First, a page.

DAUGHTERS OF SAINT CRISPIN - Daughters Of Saint Crispin

Daughters Of Saint Crispin - Daughters Of Saint Crispin

4 songs
21:28 minutes
***** ***


Four years ago, I reviewed rather favourably an album by Madison WI based political noise rock band Tyranny Is Tyranny, not knowing that it would be their last one. Vocalist / guitarist Russell Emerson Hall teamed up with vocalist / bassist Peter Leonard and a drum machine to found their new band Daughters Of Saint Crispin. Although the duo claims to have a more minimalist approach and describes their music as noisy slowcore, donít expect too many blank spaces in their sonic universe.

The first eponymous EP consists of four tracks, with two longer ones of about seven minutes each marking the beginning and the end of the record, with two more concise tracks of about four minutes each squeezed in the middle. The EP thus begins with the long Ex-Spies, a sludgy and muscular piece of music flowing like molten lava through your ears. The tracks starts out rather minimalist, with at first the guitar and bass playing along the drum machine, the latter sounding actually rather organic. The vocals soon join in and remind me of the post hardcore days of Ian MacKaye (Fugazi) and Henry Rollins (Rollins Band), the way those two sounded after leaving Minor Threat and Black Flag. Sometime later, the guitar adds more distortion, thus giving the song a certain post rock affinity. Debt Grief is a groovier track, showing that the duo can also keep their structures more tightly. This is actually more bone-dry noise rock than post metal infused slowcore. The same counts for Blue Light, at not even three and a half minutes the EPís shortest moment. This track has an eerie ghost-story feeling but alas is also the least suspenseful one on the EP. Head And Heart concludes the record with a mellower seven minute piece, reminding me a lot of Jesu, although the guys seem to have been more influenced by Godflesh. But in the end itís all Justin Broadrick to me.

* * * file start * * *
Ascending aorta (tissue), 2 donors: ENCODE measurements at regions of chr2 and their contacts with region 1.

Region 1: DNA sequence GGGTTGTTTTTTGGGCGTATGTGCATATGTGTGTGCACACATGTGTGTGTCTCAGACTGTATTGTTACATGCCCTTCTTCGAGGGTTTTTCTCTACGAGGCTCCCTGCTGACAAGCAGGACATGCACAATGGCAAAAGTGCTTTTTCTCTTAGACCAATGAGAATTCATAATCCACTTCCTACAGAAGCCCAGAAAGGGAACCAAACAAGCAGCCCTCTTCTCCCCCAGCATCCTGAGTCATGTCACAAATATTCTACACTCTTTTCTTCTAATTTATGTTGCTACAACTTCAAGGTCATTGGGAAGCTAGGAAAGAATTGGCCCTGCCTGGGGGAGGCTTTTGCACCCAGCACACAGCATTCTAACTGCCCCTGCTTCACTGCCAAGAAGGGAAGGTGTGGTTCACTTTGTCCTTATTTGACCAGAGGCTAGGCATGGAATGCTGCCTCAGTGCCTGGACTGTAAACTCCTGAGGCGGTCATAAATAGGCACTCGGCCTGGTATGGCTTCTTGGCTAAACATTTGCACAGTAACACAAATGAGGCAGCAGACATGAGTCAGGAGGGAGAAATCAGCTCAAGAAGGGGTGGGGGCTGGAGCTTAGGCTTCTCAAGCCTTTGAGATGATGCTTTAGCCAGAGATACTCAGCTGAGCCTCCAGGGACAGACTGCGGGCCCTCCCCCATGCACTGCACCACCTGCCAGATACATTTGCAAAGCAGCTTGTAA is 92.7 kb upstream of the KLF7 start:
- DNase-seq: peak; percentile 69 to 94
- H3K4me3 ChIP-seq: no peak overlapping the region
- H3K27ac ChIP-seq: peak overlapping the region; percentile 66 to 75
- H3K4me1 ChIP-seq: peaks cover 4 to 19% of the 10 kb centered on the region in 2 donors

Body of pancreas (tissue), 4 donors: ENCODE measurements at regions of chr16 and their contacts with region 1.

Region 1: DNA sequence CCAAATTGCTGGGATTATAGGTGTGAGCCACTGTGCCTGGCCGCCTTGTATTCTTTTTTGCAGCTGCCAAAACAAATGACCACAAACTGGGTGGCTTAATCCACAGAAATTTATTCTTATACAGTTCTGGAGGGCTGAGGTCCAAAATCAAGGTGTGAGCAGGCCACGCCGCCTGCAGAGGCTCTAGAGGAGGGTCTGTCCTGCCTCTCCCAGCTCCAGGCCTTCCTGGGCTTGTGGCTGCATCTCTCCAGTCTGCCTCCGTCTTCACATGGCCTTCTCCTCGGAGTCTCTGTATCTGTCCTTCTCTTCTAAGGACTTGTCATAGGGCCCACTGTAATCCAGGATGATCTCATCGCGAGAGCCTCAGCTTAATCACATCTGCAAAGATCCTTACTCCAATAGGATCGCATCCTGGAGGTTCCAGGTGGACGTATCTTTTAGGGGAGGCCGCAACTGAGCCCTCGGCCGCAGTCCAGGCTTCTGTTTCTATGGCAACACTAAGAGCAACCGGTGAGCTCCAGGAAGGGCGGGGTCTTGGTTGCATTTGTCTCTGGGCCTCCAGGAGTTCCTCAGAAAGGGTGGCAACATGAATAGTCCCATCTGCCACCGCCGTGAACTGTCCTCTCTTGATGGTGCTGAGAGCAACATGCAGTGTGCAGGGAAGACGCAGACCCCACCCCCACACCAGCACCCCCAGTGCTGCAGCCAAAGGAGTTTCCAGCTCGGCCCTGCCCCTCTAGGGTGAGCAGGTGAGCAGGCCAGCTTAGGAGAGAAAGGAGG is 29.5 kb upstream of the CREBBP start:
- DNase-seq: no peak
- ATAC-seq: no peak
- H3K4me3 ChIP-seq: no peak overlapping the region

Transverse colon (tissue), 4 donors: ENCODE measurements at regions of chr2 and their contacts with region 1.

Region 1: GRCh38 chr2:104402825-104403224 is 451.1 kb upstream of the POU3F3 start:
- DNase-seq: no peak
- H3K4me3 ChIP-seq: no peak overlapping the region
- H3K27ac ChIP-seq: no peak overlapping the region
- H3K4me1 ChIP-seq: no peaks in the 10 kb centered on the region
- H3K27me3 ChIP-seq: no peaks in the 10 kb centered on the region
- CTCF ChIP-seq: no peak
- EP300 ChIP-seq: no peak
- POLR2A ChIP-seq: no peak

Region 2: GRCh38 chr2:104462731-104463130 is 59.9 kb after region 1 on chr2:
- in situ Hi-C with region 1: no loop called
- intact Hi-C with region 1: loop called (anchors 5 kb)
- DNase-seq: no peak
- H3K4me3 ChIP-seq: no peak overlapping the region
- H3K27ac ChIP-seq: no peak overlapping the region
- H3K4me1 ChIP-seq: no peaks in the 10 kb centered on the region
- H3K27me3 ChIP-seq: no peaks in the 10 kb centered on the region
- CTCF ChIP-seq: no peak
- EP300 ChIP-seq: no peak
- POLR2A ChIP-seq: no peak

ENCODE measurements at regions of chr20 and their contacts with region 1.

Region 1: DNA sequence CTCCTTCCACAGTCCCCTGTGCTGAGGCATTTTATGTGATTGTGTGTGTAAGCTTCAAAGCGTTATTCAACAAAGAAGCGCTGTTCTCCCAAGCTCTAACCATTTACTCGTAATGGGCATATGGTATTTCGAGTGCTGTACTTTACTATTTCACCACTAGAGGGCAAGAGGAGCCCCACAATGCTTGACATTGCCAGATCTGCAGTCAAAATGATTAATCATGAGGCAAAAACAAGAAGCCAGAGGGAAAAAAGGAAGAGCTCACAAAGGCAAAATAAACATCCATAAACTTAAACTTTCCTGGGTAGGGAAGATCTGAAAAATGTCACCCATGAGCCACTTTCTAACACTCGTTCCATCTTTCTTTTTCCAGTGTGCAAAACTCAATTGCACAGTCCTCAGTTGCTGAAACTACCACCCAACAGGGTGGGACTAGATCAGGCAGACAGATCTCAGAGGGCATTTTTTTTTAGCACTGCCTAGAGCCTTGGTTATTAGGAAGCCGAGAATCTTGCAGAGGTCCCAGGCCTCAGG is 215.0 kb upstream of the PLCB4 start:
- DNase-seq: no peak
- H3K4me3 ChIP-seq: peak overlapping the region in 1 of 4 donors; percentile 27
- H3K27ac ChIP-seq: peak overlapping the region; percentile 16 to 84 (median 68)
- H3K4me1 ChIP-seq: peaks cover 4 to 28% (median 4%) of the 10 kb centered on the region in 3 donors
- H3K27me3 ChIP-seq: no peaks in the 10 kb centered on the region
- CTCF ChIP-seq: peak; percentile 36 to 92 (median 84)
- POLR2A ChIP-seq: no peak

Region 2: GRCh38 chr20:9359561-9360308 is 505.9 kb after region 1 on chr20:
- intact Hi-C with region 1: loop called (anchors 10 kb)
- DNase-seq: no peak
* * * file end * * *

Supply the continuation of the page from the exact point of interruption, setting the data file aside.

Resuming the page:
As a first outing, Daughters Of Saint Crispin is a very solid effort. They truly excel at the longer structures, although the shorter pieces help to add a sense of dynamics to the whole picture. While I normally have not a lot of love left for drum computers in rock bands, I have to concede that they are programmed in a way that they work really well with the guitars. Itís be interesting to see if this duo could achieve even more tension and suspense on a longplayer with a couple of long tracks plus a few shorter pieces in between. As of now, I consider myself intrigued enough to keep them on my radar.

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